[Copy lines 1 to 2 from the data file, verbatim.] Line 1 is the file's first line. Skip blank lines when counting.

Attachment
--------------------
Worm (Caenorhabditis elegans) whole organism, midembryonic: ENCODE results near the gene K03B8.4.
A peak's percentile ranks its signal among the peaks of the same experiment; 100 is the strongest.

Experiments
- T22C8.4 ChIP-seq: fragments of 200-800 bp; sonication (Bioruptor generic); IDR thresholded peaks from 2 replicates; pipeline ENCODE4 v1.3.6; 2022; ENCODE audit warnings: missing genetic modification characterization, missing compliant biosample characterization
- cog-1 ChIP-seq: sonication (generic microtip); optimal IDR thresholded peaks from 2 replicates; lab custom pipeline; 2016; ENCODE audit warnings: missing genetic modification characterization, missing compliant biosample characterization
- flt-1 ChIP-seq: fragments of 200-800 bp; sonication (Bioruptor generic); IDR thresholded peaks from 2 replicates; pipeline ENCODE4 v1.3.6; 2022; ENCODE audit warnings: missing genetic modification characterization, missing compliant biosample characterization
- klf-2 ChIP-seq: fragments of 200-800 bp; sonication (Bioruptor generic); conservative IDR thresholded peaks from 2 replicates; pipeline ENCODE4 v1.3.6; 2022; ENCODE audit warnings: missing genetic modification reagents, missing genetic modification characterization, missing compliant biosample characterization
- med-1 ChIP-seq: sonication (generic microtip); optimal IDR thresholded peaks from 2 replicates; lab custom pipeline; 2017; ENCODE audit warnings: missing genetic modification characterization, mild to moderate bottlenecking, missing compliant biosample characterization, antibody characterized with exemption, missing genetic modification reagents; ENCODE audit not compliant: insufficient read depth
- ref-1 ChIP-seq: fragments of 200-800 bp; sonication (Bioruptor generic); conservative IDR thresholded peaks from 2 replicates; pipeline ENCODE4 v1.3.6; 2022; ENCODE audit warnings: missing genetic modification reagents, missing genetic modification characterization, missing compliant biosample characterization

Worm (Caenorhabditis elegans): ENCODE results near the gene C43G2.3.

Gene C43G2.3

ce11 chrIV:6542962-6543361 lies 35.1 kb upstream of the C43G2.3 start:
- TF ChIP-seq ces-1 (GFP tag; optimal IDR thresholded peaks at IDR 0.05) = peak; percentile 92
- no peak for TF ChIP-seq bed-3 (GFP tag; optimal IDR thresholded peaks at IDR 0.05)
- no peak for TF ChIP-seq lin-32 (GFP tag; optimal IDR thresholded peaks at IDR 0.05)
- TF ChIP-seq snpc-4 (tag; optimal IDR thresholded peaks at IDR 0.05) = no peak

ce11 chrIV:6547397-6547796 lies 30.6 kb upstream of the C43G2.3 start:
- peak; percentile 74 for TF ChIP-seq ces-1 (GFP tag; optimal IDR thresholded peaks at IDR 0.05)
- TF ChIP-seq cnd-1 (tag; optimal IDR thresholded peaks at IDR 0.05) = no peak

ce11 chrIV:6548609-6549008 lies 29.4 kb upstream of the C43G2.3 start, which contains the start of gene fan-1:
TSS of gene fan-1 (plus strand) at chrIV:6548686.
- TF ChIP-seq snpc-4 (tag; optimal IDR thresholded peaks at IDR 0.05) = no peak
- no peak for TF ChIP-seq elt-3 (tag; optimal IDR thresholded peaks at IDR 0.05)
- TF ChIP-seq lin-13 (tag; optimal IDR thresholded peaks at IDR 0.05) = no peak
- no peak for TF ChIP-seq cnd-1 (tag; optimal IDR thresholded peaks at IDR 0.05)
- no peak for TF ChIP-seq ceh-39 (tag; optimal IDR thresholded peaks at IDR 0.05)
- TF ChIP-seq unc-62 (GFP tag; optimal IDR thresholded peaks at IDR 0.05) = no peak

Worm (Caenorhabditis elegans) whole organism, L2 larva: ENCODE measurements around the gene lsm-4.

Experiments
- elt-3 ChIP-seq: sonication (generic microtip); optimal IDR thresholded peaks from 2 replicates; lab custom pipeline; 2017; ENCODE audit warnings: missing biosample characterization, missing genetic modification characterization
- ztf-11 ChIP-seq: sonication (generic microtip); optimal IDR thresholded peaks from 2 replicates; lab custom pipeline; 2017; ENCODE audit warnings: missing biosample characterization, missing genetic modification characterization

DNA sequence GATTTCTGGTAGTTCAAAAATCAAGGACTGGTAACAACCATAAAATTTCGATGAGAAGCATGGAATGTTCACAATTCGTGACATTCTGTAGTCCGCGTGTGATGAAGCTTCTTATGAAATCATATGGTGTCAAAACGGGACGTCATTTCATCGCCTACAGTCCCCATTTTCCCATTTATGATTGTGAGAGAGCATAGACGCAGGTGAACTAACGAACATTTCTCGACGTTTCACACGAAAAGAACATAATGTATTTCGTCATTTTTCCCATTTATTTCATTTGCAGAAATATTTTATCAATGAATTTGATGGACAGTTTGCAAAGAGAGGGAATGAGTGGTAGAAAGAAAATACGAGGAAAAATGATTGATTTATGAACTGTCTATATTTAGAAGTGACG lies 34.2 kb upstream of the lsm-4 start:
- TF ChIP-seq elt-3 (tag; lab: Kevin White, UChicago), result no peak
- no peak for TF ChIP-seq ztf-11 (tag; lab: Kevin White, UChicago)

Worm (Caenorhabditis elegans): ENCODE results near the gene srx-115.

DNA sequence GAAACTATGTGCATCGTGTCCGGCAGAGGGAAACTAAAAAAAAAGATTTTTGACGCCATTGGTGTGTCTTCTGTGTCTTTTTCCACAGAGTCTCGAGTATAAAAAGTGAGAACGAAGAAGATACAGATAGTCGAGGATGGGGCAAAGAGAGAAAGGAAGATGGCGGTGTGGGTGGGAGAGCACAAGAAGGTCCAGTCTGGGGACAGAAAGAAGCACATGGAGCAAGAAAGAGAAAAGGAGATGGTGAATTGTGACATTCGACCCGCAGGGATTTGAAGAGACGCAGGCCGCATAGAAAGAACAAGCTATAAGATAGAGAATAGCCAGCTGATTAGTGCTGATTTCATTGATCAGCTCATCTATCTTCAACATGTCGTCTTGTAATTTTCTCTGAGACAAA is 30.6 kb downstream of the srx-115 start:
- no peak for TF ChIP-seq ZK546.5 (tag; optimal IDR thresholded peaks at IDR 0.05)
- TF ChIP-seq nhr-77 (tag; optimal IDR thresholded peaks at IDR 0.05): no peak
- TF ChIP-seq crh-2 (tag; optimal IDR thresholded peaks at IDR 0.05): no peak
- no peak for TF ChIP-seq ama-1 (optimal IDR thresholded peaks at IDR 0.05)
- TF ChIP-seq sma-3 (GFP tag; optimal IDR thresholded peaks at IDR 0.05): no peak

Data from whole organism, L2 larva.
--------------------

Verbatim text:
Worm (Caenorhabditis elegans) whole organism, midembryonic: ENCODE results near the gene K03B8.4.
A peak's percentile ranks its signal among the peaks of the same experiment; 100 is the strongest.